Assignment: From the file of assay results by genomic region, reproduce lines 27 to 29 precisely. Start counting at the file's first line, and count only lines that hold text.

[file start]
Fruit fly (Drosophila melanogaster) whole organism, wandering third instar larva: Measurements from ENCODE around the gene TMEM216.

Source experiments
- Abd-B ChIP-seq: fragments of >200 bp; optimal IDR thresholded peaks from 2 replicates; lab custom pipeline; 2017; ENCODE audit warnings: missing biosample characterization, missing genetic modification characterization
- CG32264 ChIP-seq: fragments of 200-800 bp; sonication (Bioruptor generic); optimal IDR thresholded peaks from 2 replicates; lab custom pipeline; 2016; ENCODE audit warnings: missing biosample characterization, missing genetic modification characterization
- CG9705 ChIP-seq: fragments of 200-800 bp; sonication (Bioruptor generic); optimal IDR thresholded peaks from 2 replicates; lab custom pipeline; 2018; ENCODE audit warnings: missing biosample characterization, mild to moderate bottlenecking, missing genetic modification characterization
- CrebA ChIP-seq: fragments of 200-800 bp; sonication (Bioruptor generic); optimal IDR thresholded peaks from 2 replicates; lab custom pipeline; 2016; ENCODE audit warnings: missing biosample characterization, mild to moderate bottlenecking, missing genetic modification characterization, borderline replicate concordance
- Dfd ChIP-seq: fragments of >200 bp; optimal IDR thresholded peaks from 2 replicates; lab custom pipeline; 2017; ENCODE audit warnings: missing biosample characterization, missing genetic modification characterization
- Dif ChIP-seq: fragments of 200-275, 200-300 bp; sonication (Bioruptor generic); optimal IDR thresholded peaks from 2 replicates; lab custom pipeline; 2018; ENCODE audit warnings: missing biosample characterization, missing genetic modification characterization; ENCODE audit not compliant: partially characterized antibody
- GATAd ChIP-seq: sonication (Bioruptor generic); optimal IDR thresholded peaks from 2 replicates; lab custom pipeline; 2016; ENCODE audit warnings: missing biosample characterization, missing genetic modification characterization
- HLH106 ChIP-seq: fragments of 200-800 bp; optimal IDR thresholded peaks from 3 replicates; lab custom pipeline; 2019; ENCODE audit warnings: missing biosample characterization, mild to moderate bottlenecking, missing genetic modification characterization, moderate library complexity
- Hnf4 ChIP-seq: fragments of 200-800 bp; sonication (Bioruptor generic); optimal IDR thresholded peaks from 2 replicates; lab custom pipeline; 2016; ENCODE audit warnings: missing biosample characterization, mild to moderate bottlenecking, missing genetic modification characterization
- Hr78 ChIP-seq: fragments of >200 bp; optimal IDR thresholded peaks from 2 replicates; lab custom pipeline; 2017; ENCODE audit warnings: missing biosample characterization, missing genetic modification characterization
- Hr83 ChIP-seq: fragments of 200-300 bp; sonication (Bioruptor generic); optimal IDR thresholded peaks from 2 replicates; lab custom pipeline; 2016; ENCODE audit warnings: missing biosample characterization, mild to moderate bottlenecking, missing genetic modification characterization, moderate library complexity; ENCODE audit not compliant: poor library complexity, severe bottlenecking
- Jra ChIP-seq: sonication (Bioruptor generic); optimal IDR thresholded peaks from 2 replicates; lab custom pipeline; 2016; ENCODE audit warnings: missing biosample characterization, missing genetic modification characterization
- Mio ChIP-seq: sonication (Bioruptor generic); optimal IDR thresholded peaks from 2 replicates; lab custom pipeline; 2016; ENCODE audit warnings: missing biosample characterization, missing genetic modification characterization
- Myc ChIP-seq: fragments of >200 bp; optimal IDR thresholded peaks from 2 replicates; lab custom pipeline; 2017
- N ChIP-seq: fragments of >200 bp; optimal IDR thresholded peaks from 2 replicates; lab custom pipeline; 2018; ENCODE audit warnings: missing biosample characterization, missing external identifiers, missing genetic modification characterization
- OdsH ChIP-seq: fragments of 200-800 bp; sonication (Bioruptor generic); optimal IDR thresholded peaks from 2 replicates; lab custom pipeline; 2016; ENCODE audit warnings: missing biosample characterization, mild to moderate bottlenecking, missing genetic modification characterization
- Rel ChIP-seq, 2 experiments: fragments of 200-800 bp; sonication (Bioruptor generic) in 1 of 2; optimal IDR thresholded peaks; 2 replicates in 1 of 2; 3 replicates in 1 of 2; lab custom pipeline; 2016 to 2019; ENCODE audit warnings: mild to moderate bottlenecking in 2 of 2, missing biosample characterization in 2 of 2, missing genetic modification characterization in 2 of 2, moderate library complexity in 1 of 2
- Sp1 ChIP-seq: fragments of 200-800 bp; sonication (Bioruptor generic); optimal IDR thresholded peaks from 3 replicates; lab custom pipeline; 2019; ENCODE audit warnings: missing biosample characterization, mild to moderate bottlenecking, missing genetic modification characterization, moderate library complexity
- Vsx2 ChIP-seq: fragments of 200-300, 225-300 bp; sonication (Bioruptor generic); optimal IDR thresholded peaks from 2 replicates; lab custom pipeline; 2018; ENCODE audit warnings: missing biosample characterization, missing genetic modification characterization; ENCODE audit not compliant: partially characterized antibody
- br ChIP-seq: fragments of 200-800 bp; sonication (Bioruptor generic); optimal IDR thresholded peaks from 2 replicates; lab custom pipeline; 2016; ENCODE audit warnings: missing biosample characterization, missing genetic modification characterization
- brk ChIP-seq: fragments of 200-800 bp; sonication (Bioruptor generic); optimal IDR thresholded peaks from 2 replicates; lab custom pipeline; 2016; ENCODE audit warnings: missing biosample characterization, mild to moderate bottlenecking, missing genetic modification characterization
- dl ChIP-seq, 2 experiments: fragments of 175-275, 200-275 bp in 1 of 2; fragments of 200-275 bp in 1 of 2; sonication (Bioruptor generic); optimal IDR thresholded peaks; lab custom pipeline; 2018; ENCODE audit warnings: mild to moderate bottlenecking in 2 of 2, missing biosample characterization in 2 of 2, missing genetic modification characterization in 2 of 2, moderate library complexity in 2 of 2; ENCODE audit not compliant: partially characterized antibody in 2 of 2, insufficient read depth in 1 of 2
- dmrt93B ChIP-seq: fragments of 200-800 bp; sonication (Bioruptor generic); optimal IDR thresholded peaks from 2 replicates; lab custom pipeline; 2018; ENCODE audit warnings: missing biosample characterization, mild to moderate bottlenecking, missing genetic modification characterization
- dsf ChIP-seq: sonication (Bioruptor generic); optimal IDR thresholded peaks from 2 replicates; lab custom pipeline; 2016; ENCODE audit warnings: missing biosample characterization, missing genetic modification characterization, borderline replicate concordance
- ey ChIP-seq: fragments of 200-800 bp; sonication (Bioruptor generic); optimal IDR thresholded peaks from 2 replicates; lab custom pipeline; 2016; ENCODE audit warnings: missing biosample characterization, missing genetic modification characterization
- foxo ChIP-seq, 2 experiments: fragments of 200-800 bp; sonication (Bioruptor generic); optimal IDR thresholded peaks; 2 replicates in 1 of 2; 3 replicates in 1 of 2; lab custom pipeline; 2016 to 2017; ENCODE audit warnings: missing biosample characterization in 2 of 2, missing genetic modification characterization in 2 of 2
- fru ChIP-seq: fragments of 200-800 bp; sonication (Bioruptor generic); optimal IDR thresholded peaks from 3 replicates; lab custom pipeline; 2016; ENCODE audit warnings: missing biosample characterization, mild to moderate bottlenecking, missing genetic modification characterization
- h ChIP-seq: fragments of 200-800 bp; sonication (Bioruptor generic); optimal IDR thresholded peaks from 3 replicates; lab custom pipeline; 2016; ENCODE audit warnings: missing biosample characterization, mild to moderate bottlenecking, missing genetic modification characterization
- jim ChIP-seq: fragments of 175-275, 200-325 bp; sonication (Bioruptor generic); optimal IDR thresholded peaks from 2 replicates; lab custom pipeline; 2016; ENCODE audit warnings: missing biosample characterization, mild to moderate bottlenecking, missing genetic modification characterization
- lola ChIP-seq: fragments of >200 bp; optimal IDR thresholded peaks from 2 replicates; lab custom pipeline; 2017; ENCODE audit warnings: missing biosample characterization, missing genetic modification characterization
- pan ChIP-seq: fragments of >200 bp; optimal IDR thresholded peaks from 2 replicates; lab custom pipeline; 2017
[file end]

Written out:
- ey ChIP-seq: fragments of 200-800 bp; sonication (Bioruptor generic); optimal IDR thresholded peaks from 2 replicates; lab custom pipeline; 2016; ENCODE audit warnings: missing biosample characterization, missing genetic modification characterization
- foxo ChIP-seq, 2 experiments: fragments of 200-800 bp; sonication (Bioruptor generic); optimal IDR thresholded peaks; 2 replicates in 1 of 2; 3 replicates in 1 of 2; lab custom pipeline; 2016 to 2017; ENCODE audit warnings: missing biosample characterization in 2 of 2, missing genetic modification characterization in 2 of 2
- fru ChIP-seq: fragments of 200-800 bp; sonication (Bioruptor generic); optimal IDR thresholded peaks from 3 replicates; lab custom pipeline; 2016; ENCODE audit warnings: missing biosample characterization, mild to moderate bottlenecking, missing genetic modification characterization